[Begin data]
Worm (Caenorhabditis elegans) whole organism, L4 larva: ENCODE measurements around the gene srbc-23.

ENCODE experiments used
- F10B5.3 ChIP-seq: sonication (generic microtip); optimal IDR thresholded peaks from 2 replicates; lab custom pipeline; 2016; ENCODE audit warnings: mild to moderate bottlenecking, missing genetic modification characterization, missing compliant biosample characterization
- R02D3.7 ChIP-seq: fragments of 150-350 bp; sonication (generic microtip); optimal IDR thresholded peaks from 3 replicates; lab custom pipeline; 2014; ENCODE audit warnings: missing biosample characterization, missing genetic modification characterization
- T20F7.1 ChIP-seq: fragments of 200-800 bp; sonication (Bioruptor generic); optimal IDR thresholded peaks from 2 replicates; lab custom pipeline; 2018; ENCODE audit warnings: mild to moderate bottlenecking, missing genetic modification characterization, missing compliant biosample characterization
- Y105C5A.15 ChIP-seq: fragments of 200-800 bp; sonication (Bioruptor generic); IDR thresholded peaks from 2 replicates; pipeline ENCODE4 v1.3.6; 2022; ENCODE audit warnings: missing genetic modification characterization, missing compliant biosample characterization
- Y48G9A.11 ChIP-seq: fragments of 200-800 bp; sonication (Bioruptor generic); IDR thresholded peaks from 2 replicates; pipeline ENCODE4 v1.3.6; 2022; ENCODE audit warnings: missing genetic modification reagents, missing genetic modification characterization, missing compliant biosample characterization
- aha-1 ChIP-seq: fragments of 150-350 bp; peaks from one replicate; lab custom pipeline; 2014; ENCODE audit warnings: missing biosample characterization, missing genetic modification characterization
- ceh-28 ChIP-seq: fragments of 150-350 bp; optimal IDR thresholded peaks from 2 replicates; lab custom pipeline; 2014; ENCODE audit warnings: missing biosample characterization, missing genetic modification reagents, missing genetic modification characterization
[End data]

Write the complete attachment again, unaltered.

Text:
Worm (Caenorhabditis elegans) whole organism, L4 larva: ENCODE measurements around the gene srbc-23.

ENCODE experiments used
- F10B5.3 ChIP-seq: sonication (generic microtip); optimal IDR thresholded peaks from 2 replicates; lab custom pipeline; 2016; ENCODE audit warnings: mild to moderate bottlenecking, missing genetic modification characterization, missing compliant biosample characterization
- R02D3.7 ChIP-seq: fragments of 150-350 bp; sonication (generic microtip); optimal IDR thresholded peaks from 3 replicates; lab custom pipeline; 2014; ENCODE audit warnings: missing biosample characterization, missing genetic modification characterization
- T20F7.1 ChIP-seq: fragments of 200-800 bp; sonication (Bioruptor generic); optimal IDR thresholded peaks from 2 replicates; lab custom pipeline; 2018; ENCODE audit warnings: mild to moderate bottlenecking, missing genetic modification characterization, missing compliant biosample characterization
- Y105C5A.15 ChIP-seq: fragments of 200-800 bp; sonication (Bioruptor generic); IDR thresholded peaks from 2 replicates; pipeline ENCODE4 v1.3.6; 2022; ENCODE audit warnings: missing genetic modification characterization, missing compliant biosample characterization
- Y48G9A.11 ChIP-seq: fragments of 200-800 bp; sonication (Bioruptor generic); IDR thresholded peaks from 2 replicates; pipeline ENCODE4 v1.3.6; 2022; ENCODE audit warnings: missing genetic modification reagents, missing genetic modification characterization, missing compliant biosample characterization
- aha-1 ChIP-seq: fragments of 150-350 bp; peaks from one replicate; lab custom pipeline; 2014; ENCODE audit warnings: missing biosample characterization, missing genetic modification characterization
- ceh-28 ChIP-seq: fragments of 150-350 bp; optimal IDR thresholded peaks from 2 replicates; lab custom pipeline; 2014; ENCODE audit warnings: missing biosample characterization, missing genetic modification reagents, missing genetic modification characterization